Carnegie Turns the Page


The St. Agnes branch has gotten a model makeover. (Photographs by Elizabeth Felicella)

At the turn of the last century, the industrialist Andrew Carnegie offered grants for 67 library branches in New York City, a boon for book-lovers across the five boroughs. More than a century later, however, many of these aging buildings are more than a little dog-eared, and the New York Public Library has been working to reclaim them as bright community hubs. The latest of these spaces to be revived, the St. Agnes Library on the Upper West Side, is back in shape after a two-year, $9.5 million restoration that library officials see as a model for the system’s Carnegie legacy. Originally designed by the New York firm Babb, Cook and Willard, the 1906 building had suffered typical alterations: Dropped ceilings occluded architectural details, and skylights were covered over, dimming interior reading rooms.

The main goal for Helpern Architects, commissioned for the renovation, was to recreate the original volumes of the nearly 18,000-square-foot structure. According to architect-in-charge Margaret O’Donoghue Castillo, the team found much ornament intact: When restoring the ceilings, original crown moldings were uncovered, while wood flooring and pillars could also be saved. Original windows had been removed, partly replaced by solid aluminum panels, so the architects specified new multipane mahogany windows, based on historic details.

New elements have been seamlessly integrated with the historic fabric.

Bringing the library into the 21st century also included making the building fully accessible. One of the main challenges was the new entrance ramp, which had to fit within both the landmark district and the Renaissance Revival facade, which fronts on Amsterdam Avenue. Using a reconstructed historic wrought-iron fence on the exterior, the ramp continues inside the building, minimizing its visual impact. To route new infrastructure, the firm took advantage of empty duct shafts that could be used for mechanical systems. And by tucking the elevator in back and inserting a fireproof glass stairwell, the structure’s grand marble stair could be retained as the center of attention. “The whole idea was to make it all feel seamless,” said David Helpern, founder and president of Helpern Architects. “The library had always been as you see it, yet it is new and modern.”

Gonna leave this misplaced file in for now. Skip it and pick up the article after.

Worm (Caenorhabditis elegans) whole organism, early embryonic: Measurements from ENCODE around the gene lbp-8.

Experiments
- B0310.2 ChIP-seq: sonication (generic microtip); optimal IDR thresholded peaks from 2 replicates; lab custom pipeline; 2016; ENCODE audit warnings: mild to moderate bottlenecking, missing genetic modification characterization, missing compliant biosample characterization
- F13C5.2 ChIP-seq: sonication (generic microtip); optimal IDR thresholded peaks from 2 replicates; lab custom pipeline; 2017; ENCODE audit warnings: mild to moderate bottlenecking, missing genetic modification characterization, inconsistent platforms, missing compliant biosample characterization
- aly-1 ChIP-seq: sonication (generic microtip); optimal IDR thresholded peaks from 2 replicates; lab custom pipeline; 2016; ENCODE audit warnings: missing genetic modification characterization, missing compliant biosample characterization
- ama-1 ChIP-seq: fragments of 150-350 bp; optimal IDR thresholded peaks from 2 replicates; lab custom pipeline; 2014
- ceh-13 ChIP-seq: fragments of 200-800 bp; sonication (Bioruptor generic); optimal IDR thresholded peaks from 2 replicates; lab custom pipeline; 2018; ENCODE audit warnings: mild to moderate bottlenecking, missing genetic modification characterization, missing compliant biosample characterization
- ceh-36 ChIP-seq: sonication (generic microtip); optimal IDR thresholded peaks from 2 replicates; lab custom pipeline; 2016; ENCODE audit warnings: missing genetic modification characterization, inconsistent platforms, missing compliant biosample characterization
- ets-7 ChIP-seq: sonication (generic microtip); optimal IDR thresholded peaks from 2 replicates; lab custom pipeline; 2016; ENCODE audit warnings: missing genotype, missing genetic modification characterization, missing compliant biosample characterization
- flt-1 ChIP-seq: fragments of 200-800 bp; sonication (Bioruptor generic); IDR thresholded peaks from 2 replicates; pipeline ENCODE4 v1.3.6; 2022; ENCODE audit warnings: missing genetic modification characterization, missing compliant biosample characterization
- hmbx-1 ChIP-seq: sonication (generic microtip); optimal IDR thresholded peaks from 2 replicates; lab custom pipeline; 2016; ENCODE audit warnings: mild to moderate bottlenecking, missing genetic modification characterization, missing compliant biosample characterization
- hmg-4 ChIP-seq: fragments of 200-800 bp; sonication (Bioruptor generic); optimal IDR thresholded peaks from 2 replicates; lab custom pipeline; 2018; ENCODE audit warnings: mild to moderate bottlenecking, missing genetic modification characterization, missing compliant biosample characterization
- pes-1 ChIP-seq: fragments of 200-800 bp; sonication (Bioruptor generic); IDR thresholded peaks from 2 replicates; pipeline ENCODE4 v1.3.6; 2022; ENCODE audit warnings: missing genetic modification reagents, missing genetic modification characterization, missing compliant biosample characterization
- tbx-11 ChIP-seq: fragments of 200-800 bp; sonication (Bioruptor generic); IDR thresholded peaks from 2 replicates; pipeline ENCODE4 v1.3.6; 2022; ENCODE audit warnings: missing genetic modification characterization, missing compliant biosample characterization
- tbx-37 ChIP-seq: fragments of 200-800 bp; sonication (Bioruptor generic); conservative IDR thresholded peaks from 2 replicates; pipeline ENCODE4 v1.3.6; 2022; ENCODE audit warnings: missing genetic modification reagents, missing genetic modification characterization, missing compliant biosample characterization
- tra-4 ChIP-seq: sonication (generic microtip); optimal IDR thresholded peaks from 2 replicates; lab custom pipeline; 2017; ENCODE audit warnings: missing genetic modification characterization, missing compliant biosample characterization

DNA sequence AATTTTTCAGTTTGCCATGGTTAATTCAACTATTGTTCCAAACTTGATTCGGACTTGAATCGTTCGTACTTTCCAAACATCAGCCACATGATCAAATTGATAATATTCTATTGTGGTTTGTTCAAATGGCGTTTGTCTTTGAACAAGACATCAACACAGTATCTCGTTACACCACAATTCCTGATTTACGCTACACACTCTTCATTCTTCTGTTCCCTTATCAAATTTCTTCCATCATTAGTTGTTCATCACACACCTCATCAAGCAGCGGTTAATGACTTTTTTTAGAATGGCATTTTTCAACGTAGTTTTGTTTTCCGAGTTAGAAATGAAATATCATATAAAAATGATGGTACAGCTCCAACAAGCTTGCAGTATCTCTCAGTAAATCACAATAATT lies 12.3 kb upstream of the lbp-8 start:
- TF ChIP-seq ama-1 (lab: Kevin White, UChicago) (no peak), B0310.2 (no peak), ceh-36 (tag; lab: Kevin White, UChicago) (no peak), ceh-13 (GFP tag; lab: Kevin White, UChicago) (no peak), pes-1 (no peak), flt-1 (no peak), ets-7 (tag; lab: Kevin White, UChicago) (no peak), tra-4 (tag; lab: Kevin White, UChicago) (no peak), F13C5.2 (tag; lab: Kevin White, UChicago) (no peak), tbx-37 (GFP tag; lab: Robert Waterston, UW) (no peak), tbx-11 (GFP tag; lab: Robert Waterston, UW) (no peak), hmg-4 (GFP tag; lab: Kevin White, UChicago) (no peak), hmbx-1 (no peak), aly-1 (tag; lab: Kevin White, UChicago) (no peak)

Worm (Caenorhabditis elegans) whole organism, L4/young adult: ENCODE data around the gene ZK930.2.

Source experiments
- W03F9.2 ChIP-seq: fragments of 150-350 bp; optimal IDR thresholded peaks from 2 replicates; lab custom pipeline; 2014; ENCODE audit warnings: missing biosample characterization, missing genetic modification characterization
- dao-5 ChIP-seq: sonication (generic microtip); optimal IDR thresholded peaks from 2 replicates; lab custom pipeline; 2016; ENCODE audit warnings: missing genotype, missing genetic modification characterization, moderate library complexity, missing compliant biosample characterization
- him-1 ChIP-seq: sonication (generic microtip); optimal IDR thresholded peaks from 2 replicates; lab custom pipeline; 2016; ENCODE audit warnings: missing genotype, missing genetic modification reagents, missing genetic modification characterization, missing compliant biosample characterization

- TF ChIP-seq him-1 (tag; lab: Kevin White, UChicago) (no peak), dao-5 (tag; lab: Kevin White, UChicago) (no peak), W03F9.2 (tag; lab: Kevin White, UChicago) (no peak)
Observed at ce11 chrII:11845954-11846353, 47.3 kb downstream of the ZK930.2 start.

A new skylight lets ample natural light into the children's section.

Among the new elements, a collection of colorful, egglike seats in the children’s section is illuminated by a new skylight, while a mural fills the entire south wall, inviting visitors within. The genesis of the wall graphic, spelling the word Imagine, was to capture the essence of the neighborhood, with Central Park’s Strawberry Fields and the Dakota Apartments, home to John Lennon, a stone’s throw away.

The bold Imagine mural offers a nod to nearby Strawberry Fields.

This successful blend of past and present has made St. Agnes a template for future library renovations. “This is the single best renovation of a Carnegie library I have ever seen,” Paul LeClerc, president of the New York Public Library, told AN. “I appreciate the way Helpern Architects have preserved the original aesthetic of these gorgeous, vivid spaces,” LeClerc continued. “You know you are in a historic building­–it’s welcoming and warm­. At the same time, it has the feature of our best contemporary buildings: lots of light coming in.”

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